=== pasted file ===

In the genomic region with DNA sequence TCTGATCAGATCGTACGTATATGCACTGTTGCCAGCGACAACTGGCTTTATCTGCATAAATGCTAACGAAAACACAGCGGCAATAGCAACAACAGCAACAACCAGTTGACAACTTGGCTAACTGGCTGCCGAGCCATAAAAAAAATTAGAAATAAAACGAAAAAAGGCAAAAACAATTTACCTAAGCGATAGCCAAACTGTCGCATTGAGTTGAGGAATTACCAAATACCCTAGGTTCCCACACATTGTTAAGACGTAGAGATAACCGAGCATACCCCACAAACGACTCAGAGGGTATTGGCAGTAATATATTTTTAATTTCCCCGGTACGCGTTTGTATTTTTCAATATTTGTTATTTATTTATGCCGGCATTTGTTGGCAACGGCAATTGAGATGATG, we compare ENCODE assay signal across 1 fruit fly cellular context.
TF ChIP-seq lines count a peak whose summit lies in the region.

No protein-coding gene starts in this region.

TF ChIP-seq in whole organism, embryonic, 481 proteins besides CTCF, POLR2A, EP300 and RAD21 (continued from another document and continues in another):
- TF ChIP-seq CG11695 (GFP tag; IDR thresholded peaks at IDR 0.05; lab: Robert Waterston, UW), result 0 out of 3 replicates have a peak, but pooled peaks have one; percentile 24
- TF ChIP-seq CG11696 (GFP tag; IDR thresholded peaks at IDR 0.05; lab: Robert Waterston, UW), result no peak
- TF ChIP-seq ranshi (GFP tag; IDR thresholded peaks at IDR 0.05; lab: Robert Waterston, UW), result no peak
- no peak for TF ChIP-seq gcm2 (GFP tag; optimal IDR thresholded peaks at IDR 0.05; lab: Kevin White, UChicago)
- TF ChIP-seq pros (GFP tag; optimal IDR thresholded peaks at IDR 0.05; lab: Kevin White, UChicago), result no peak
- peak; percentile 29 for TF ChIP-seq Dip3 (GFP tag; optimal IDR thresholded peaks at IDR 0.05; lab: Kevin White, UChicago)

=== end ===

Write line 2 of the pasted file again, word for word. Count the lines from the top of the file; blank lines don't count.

TF ChIP-seq lines count a peak whose summit lies in the region.